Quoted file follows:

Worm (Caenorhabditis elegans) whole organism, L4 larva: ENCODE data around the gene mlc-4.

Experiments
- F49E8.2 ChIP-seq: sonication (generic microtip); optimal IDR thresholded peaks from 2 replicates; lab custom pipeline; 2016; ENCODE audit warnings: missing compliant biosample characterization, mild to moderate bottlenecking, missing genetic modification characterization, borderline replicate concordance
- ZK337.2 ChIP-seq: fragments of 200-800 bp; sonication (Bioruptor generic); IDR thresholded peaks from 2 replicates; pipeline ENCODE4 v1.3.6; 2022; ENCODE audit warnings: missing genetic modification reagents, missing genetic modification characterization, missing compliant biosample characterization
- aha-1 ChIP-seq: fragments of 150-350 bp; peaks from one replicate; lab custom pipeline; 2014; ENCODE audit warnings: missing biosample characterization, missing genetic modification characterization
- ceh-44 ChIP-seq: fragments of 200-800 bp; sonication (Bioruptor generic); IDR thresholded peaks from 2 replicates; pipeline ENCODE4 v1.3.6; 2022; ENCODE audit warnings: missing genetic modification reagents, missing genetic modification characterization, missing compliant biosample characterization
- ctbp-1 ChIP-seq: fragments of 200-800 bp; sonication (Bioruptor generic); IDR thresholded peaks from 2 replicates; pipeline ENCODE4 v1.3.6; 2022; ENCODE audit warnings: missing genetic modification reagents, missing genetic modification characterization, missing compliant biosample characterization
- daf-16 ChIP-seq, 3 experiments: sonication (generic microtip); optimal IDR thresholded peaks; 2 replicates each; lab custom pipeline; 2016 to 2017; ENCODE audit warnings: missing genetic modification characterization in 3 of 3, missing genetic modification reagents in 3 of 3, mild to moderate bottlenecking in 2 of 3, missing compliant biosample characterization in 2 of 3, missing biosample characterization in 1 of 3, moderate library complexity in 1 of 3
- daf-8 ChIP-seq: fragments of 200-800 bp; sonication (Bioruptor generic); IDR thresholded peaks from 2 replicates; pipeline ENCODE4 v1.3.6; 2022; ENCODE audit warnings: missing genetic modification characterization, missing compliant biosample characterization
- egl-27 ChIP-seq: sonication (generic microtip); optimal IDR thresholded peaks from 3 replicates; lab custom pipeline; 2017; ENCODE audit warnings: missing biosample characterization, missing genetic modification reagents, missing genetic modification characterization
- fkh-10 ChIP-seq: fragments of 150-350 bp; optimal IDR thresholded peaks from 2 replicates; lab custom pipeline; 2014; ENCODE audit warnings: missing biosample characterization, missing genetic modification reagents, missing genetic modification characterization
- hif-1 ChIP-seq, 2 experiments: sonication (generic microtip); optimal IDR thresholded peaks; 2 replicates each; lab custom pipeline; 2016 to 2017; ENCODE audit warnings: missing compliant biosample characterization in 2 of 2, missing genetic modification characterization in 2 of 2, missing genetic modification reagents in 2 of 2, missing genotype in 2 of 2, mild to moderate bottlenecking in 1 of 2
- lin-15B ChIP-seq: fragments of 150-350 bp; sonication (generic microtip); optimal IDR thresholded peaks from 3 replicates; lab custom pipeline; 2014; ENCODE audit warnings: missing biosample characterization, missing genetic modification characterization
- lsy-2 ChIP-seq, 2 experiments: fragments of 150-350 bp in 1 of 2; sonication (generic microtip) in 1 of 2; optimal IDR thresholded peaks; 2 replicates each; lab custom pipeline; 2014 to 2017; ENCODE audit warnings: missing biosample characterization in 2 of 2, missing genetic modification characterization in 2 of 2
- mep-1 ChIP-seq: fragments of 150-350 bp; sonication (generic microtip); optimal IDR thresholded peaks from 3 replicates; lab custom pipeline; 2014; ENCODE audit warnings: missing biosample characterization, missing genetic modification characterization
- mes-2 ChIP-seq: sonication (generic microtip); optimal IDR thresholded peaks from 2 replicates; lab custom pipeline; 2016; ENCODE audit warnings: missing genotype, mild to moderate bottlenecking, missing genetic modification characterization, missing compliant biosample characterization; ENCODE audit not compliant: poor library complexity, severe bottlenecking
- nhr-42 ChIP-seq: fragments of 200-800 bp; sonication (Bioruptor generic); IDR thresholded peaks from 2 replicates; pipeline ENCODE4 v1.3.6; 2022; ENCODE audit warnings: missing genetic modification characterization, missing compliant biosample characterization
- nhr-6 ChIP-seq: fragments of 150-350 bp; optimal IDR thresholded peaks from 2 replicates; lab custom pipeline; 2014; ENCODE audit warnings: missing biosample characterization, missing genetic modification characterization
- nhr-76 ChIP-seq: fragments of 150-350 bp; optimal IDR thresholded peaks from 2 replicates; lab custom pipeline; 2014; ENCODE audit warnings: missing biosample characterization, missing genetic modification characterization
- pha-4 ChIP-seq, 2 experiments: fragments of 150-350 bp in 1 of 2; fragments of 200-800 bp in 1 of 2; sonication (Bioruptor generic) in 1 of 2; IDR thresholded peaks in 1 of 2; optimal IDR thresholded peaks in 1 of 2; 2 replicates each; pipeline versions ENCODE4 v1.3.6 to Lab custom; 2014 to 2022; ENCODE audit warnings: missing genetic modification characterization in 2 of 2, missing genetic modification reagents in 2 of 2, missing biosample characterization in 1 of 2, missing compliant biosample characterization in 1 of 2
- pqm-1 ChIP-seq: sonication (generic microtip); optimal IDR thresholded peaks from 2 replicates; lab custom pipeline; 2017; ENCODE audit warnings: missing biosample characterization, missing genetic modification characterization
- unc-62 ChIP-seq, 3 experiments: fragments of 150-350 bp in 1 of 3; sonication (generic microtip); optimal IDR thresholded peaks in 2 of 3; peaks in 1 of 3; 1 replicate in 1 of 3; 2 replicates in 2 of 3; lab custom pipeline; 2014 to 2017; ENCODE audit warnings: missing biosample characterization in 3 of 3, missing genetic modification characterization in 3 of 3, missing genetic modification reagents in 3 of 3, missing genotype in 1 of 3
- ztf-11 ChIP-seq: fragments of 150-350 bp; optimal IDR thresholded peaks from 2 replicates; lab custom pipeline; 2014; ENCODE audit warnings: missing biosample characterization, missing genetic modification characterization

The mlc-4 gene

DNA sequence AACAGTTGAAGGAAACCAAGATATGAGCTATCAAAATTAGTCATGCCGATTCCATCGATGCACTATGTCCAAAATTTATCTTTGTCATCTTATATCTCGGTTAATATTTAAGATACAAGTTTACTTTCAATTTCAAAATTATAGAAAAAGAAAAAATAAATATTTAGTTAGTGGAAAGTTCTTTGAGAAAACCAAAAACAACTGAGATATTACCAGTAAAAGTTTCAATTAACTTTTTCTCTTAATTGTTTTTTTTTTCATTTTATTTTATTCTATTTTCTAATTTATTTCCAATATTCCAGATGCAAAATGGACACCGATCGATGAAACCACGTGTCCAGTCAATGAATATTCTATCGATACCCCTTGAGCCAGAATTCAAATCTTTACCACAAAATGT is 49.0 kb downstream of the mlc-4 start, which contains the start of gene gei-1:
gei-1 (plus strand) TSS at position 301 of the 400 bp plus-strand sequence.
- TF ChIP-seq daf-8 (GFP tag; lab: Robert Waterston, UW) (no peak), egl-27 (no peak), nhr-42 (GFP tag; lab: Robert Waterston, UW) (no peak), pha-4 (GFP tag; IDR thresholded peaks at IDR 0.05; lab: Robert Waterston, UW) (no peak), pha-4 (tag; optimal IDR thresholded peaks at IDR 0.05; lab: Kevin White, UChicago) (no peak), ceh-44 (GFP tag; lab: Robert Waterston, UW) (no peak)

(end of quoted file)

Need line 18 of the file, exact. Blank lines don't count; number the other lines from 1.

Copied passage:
- nhr-6 ChIP-seq: fragments of 150-350 bp; optimal IDR thresholded peaks from 2 replicates; lab custom pipeline; 2014; ENCODE audit warnings: missing biosample characterization, missing genetic modification characterization